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Tile with Nero Stamp

1st century AD

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Ceramic tile stamped with the abbreviated name of Emperor Nero

This tile fragment bears a stamp with the abbreviated name and titles of the Emperor Nero (ruled AD 54-68). It was found in 1904 by the Society of Antiquaries archaeological excavations in a cesspit at the east end of the latrine of the public baths of the Roman town of Calleva, near Silchester, Hampshire. It was made in an imperial tilery located 3km south at Little London, near Pamber. No other site in Britain has produced tiles with this stamp. A dog's paw mark can be seen on the right side of the tile.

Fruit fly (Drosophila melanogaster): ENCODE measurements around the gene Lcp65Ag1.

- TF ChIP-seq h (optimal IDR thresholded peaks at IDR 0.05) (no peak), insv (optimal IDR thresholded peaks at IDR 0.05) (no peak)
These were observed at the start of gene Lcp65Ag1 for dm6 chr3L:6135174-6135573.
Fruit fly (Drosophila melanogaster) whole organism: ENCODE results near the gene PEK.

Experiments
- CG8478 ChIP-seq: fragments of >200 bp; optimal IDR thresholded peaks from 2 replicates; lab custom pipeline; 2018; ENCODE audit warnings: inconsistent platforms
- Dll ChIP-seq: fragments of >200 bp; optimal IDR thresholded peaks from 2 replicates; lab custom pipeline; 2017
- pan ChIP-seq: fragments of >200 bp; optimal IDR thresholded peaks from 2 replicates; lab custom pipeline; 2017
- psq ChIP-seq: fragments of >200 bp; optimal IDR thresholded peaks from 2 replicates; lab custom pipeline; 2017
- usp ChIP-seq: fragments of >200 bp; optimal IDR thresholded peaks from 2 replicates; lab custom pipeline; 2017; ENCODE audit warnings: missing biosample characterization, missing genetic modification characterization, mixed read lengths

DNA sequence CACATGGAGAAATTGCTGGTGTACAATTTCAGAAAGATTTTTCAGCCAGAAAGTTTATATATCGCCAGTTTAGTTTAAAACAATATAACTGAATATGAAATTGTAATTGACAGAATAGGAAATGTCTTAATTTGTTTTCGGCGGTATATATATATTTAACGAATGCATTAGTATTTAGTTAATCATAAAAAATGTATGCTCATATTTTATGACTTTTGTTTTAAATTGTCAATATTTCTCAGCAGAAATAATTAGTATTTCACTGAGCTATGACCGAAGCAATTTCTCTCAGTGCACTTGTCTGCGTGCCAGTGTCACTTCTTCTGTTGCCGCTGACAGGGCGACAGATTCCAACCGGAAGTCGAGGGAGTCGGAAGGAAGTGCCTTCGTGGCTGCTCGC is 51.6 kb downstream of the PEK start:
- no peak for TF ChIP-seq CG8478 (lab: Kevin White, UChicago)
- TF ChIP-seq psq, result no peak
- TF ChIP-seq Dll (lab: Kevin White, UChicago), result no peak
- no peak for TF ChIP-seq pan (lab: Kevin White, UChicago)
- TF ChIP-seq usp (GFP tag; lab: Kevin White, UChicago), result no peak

The presence of these stamped tiles at Silchester suggests there was official imperial support for the early development of the town. This could imply that in the mid 1st Century AD the Emperor was taking control of the town from the local 'client king' that controlled this part of southern Britain immediately after the Roman Conquest in 43AD.

Museum object number REDMG : 1995.1.21

width 142 mm, length 125 mm, depth 21 mm

See related topic: Silchester Collection